Let’s analyze the situation: To what conspiratorial use could Google have possibly put a trace smattering of random data caught in one moment on a given street? I would challenge anyone to take that data and find a business purpose for it. In one second on one street in Hamburg one unknown user read a story on Focus.de. Yeah, so what?

Somebody fucked up. It was sloppy and stupid of them and sure doesn’t help their PR problem in Germany. But I struggle to see how this story shows anything more than that.

Well, it does show one thing: The bias that German media have toward Google. When I was at re:publica in Berlin, I got questions like these from many German reporters: “Isn’t Google too big?” they’d “ask.” Show me the law that defines “too big,” I responded. I contend that German media are merely jealous: Google understood how to make money online better than they did. And they are reflexively running to government to regulate it and can’t find a reason why. So when something like this screwup happens, they get their hopes up.

But this also shows how out of touch German media is with its audience on this point, for the German populace clearly does not mistrust and hate Google the way media do. They use Google more than just about any country on earth, giving Google search a 97.26% share of market. Was gibt? Was geht?

Source: StatCounter Global Stats – Search Engine Market Share

Privacy, publicness & penises

Here is video of the talk I gave at re:publica 2010 in Berlin on The German Paradox: Privacy, publicness, and penises. (Don’t be frightened by the first moments in German; it’s just an introduction and a joke — with fire extinguisher — about how I had threatened to Hendrix my iPad on the stage in Berlin.)

My subject is all the more relevant given this week’s letter to Google with privacy czars in a handful of countries trying to argue that Google Streetview taking pictures in public violates privacy. In my talk, I argue that what is public belongs to us, the public, and efforts to reduce what’s public steals from us. Journalists should be particularly protective of what is public; so should we all. (The czars also argued, amazingly, that Google shouldn’t release betas. They come, you see, from an old world of centralized control — and the myth that processes can be turned into products, finished, complete, even perfect — instead of the new world of openness and collaboration.)

With so much discussion — even panic — about privacy today, I fear that we risk losing the benefits of publicness, of the connections enabled by the internet and our interconnected world. If we shift to a default of private, we lose much and I argue that we should weigh that choice when we decide what to put behind a wall — and there are too many walls being build today. But we’re not discussing the benefits of the public vs. the private. I want to spark that discussion.

I use Germany as a laboratory and illustration of the topic not only because I was there but because they have something nearing a cultural obsession on the topic of privacy. What’s true there is true elsewhere, including the U.S., though only to a different level. I also only skim the surface of the topic in this video; there is so much more to talk about: how publicness benefits the ways we can and now must do business; how it affects government; how it alters education; how it changes our relationships; how young people bring a new culture that cuts across all national boundaries and expectations; how it multiplies our knowledge; how it creates value; how it leads to a new set of ethics; and much more. But that’s for another time and medium.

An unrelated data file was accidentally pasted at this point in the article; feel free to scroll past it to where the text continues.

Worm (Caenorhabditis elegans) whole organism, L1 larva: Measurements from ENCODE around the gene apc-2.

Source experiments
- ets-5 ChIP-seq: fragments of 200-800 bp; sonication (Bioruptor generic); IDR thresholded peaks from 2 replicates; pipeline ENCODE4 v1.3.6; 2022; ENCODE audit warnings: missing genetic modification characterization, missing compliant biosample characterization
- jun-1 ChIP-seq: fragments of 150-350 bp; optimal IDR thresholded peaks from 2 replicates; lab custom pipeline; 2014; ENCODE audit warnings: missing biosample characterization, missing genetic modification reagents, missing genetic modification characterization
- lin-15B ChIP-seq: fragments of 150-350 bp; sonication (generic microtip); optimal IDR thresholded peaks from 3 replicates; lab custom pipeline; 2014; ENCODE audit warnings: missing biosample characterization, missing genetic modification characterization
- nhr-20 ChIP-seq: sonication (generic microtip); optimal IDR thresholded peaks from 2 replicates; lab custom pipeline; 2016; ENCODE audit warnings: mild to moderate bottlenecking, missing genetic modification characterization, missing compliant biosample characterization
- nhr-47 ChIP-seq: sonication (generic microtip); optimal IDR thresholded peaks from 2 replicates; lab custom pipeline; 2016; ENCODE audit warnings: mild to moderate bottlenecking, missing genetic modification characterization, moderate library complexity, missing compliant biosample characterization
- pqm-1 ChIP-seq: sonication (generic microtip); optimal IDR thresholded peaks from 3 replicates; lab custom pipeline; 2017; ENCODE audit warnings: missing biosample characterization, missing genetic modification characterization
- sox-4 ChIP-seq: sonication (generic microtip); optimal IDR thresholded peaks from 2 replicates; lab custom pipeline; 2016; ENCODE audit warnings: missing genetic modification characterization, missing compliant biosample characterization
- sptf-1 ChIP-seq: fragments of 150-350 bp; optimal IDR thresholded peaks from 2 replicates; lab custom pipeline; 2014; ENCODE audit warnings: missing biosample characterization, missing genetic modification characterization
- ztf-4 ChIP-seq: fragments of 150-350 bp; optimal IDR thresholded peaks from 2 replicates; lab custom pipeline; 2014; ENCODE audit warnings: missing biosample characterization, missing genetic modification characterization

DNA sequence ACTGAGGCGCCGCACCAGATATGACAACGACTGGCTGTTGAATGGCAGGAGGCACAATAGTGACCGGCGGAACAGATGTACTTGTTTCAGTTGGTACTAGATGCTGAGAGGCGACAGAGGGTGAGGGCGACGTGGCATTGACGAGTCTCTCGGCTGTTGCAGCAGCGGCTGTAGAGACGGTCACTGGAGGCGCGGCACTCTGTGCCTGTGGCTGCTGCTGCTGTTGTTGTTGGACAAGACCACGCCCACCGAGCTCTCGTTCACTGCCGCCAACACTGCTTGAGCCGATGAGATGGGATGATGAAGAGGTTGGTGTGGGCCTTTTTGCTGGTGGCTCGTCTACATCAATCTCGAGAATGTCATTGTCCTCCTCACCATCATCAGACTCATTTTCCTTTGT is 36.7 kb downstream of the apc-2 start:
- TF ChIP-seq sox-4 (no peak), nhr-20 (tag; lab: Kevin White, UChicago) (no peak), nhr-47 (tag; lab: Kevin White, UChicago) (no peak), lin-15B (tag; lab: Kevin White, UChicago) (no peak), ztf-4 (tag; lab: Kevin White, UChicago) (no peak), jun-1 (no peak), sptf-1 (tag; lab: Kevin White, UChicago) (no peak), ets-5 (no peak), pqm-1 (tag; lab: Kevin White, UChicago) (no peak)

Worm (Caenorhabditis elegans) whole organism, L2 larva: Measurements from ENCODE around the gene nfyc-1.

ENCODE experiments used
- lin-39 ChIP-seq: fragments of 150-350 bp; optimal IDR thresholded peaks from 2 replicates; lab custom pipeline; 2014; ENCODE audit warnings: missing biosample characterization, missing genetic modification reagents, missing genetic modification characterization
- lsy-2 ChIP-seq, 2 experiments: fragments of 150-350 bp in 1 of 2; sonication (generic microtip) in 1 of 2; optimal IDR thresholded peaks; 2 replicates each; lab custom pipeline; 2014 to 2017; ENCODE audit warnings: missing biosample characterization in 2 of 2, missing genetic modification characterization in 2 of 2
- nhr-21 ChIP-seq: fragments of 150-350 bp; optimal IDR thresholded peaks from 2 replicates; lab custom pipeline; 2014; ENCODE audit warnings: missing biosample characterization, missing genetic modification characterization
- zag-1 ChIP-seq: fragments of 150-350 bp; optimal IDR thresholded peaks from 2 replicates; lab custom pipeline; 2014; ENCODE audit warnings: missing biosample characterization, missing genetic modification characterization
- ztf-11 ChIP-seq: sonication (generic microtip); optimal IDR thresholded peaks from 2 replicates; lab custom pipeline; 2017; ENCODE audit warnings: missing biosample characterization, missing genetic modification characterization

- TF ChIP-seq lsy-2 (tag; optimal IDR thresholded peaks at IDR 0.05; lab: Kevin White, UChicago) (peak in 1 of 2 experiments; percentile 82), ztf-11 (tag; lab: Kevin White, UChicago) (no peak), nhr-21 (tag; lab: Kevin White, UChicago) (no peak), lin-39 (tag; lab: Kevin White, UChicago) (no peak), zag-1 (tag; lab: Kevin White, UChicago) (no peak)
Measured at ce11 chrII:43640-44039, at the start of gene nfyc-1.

In the talk, this all leads up to the Bill of Rights in Cyberspace, which is really about openness and protecting that.

At the end of my time on stage, I invited the room to continue the discussion next door in the sauna, Four guys did show up. Here’s the proof.

If you prefer, here is are my slides with the audio of my talk and discussion, thanks to Slideshare:

The coverage of the talk in German media amazes me. It made the front page of three papers and coverage in more and a prime-time TV show plus radio. Coverage included Welt Kompakt and Welt, Welt again, Berliner Zeitung, Berliner Zeitung again, Zeit Online covers the talk, then Zeit feels compelled to respond and start a reader-debate, Spiegel, the German press agency, the Evangelical News Service, Berliner Morgenpost, Berliner Morgenpost again, Bild, Taggespiegel, taz, taz again, taz again, Berliner Kurier, Berliner Kurier again, 3sat, Süddeutschezeitung, BZ, Frankfurter Rundschau, business magazine WirtschaftWoche, L’Express in France, ORF TV in Austria, and more than one blog. And today add der Freitag. A week later comes an interview in the Berliner Zeitung.

Coverage of my re:publica talk

And here is a slice of an illustration of my talk by AnnalenaSchiller.com (who tweeted beforehand about having to draw a penis for the first time in her talk-illustration career) that appeared in the German paper Der Freitag this week:

derFrietag re re:publica

Yet more: Here’s an interview with dctp.tv in Berlin that summarizes my views:

: LATER: Penelope Trunk, who lives in public, writes: ” The value of your privacy is very little in the age of transparency and authenticity. Privacy is almost always a way of hiding things that don’t need hiding.. . . And transparency trumps privacy every time. So put your ideas in social media, not email.”

: AND: I just got a message on Facebook from the woman I talk about in the Sauna in Davos, the one I said was an American freaked by the mixed, nude crowd of sweaty Russians and me. She thought it was quite funny … especially because she’s French (living in America).

Tough love for media

Here in a bit more friendly video format is the keynote I gave to the Munich Media Days (in English) a week ago, which I linked to earlier. I decided to be blunt and tough and tell them I was worried about the protectionist talk I’ve been hearing from Germany and that they need to have hard discussions about the change that will waft over there from here. Carta also put up a transcript.

Jeff Jarvis: “Google is not an enemy, Google is a model” from Carta on Vimeo.